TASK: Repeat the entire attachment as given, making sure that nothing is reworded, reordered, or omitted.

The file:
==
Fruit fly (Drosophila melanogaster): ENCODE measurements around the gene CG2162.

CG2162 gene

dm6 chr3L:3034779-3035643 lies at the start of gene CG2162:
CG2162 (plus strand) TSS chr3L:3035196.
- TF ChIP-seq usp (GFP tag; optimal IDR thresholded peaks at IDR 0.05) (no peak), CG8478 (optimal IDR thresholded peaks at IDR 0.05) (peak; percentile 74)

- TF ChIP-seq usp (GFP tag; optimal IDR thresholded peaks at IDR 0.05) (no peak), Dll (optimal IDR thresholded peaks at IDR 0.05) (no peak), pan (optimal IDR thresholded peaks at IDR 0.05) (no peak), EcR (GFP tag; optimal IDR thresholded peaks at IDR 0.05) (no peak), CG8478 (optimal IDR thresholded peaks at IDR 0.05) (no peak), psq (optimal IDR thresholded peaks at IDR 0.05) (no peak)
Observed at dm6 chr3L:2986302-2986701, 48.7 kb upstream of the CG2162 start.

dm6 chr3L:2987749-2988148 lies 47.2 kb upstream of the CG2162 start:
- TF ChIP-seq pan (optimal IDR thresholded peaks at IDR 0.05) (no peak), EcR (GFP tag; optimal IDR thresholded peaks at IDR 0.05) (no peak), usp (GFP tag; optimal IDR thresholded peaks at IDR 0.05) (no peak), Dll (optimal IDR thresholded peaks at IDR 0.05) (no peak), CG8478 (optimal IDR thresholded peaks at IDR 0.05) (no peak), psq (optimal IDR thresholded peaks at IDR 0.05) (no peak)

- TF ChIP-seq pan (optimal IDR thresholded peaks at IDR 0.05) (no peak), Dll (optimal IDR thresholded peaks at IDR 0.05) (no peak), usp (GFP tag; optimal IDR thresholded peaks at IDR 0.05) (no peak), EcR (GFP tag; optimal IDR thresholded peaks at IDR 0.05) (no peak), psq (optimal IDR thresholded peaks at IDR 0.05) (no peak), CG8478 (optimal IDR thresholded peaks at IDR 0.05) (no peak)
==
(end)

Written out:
Fruit fly (Drosophila melanogaster): ENCODE measurements around the gene CG2162.

CG2162 gene

dm6 chr3L:3034779-3035643 lies at the start of gene CG2162:
CG2162 (plus strand) TSS chr3L:3035196.
- TF ChIP-seq usp (GFP tag; optimal IDR thresholded peaks at IDR 0.05) (no peak), CG8478 (optimal IDR thresholded peaks at IDR 0.05) (peak; percentile 74)

- TF ChIP-seq usp (GFP tag; optimal IDR thresholded peaks at IDR 0.05) (no peak), Dll (optimal IDR thresholded peaks at IDR 0.05) (no peak), pan (optimal IDR thresholded peaks at IDR 0.05) (no peak), EcR (GFP tag; optimal IDR thresholded peaks at IDR 0.05) (no peak), CG8478 (optimal IDR thresholded peaks at IDR 0.05) (no peak), psq (optimal IDR thresholded peaks at IDR 0.05) (no peak)
Observed at dm6 chr3L:2986302-2986701, 48.7 kb upstream of the CG2162 start.

dm6 chr3L:2987749-2988148 lies 47.2 kb upstream of the CG2162 start:
- TF ChIP-seq pan (optimal IDR thresholded peaks at IDR 0.05) (no peak), EcR (GFP tag; optimal IDR thresholded peaks at IDR 0.05) (no peak), usp (GFP tag; optimal IDR thresholded peaks at IDR 0.05) (no peak), Dll (optimal IDR thresholded peaks at IDR 0.05) (no peak), CG8478 (optimal IDR thresholded peaks at IDR 0.05) (no peak), psq (optimal IDR thresholded peaks at IDR 0.05) (no peak)

- TF ChIP-seq pan (optimal IDR thresholded peaks at IDR 0.05) (no peak), Dll (optimal IDR thresholded peaks at IDR 0.05) (no peak), usp (GFP tag; optimal IDR thresholded peaks at IDR 0.05) (no peak), EcR (GFP tag; optimal IDR thresholded peaks at IDR 0.05) (no peak), psq (optimal IDR thresholded peaks at IDR 0.05) (no peak), CG8478 (optimal IDR thresholded peaks at IDR 0.05) (no peak)